Review: Jobs

Rating: Worth matinee of $8.75

Summary:  The appeal of the picture had stemmed from Ashton Kutcher’s spot on performance and the inspirational message of “thinking different.” After skipping this title on the first week of release, I had grown more curious about the Jobsian mythology, after watching the documentaries Steve Jobs: One Last Thing (2011) and Steve Jobs: The Lost Interview (2012) .  Capturing the mercurial powder keg of this visionary, Kutcher had believably pivoted from calmness to madness and back. For Ashton Kutcher, his role had been transformational from comedian to actor. Outside of the film’s cheap production values from style, set and film stock, his ability to sell through Steve Jobs made the movie worthwhile. Highlighting his genius, Job’s ethos had been marketing a great idea to finished product. His ability to direct talent has been transcendent among many of his contemporaries. Jobs’s relentless ability to see past the present and non-believers, had set him apart but, at a personal price. At one point, Steve Wozniak had eloquently stated “The product is about you… It must be very lonely in there.” Those small moments had taken a backseat to pop culture history of the Apple I, Macintosh and iMac. With every opportunity, Jobs had always seemed ready to apply his business pragmatism. Those visions had been rooted in ability to stay hungry and stay foolish. Fitting Kutcher had ended the film with the following, “Those crazy enough to want to change the world, are the ones that do.” When you finish watching this dramatization, you might had thought you can too.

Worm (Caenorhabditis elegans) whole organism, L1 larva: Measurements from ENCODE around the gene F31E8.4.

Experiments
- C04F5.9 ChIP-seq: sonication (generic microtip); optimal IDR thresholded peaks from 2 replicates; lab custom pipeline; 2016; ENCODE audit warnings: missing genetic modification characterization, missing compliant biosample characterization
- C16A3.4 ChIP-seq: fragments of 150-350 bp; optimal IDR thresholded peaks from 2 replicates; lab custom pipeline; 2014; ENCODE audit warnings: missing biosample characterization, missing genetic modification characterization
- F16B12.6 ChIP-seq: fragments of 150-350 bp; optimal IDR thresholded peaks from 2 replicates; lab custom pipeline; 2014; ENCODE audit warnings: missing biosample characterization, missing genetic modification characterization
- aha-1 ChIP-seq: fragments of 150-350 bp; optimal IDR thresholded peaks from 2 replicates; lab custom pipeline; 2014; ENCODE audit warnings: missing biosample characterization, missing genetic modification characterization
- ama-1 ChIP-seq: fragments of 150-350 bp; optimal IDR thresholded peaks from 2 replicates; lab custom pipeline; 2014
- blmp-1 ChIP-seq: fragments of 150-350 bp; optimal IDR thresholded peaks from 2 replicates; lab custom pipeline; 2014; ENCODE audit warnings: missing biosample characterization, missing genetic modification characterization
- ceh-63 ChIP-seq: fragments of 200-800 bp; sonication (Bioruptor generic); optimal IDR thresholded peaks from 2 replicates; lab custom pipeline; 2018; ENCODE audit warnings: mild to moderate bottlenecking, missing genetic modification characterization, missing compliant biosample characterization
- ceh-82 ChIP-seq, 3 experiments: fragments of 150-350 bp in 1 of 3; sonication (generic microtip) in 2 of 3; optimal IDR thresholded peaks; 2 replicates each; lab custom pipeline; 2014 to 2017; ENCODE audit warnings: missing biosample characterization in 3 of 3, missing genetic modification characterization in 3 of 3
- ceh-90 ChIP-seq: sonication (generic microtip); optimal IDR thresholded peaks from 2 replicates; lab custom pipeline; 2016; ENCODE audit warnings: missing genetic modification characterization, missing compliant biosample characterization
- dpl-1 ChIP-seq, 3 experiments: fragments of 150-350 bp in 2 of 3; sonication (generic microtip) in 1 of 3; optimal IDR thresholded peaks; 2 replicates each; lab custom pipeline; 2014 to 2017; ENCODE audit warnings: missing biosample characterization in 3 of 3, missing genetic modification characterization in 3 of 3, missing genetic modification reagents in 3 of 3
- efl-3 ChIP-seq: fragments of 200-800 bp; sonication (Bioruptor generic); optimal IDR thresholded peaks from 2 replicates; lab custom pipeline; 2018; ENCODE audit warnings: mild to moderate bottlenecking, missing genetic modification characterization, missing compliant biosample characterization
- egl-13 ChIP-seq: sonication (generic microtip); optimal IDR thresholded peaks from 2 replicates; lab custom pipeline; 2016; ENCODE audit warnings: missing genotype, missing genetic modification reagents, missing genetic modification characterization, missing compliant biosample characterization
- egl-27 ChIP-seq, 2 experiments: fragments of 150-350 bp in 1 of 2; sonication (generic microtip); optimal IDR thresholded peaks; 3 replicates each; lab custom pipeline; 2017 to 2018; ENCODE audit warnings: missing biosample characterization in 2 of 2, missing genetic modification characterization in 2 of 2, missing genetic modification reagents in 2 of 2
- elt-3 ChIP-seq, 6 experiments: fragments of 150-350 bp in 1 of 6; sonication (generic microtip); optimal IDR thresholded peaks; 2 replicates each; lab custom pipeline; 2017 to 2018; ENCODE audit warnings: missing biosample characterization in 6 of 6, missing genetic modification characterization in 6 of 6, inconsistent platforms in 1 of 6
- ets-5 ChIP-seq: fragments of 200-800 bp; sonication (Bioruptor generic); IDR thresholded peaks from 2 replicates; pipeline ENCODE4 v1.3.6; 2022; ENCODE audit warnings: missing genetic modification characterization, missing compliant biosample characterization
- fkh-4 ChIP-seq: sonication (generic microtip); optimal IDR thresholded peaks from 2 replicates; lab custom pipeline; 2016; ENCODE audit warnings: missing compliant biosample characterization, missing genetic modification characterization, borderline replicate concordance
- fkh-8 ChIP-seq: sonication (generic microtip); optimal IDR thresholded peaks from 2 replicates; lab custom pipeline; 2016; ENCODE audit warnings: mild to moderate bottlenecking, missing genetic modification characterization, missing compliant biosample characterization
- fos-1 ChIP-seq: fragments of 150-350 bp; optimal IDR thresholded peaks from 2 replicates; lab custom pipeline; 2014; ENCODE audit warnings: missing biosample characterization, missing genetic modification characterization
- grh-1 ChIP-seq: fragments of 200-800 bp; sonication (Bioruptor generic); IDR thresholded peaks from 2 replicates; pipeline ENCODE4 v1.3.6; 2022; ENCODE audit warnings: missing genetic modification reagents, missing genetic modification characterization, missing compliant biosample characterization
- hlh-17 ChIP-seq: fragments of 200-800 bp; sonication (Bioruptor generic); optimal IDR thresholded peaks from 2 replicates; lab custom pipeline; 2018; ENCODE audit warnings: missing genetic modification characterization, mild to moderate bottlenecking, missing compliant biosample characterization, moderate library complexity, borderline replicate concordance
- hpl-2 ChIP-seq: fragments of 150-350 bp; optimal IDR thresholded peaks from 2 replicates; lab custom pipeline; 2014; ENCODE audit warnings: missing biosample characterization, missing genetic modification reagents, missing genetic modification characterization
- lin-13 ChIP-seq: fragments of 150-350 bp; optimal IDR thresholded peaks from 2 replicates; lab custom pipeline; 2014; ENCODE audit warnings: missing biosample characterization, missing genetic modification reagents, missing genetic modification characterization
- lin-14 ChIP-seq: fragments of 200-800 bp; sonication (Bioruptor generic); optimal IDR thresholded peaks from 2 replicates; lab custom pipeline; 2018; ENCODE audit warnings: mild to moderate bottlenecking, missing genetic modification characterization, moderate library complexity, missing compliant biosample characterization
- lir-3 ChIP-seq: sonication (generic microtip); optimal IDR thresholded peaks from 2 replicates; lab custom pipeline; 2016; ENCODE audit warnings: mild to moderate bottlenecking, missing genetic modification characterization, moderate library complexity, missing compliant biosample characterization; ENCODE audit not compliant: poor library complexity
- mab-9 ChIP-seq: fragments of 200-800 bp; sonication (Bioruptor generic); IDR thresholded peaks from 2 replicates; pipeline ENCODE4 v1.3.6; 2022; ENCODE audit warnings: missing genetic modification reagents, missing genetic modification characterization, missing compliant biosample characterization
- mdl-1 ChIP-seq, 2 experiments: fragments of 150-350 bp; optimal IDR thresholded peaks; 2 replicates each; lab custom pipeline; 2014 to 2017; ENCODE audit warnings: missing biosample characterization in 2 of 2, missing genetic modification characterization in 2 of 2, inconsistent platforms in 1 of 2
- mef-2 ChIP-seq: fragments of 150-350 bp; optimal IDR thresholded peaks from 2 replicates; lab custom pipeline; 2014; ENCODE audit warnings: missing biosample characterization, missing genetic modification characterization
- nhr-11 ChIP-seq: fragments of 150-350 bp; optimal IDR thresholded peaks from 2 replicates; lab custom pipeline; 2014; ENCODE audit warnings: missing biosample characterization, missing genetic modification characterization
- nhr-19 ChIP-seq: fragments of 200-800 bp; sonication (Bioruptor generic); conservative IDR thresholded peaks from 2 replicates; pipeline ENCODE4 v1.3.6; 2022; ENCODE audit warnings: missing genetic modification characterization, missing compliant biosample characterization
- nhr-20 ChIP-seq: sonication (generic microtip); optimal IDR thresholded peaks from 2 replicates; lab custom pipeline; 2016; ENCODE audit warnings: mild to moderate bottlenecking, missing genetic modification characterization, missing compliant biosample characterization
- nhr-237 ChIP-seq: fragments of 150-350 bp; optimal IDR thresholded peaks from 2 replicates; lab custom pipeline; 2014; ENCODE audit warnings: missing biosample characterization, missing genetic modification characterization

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More information:

Steve Jobs: One Last Thing (2011) available on Netflix
Steve Jobs: The Lost Interview (2012) available on Netflix
Jobs (IMDB)

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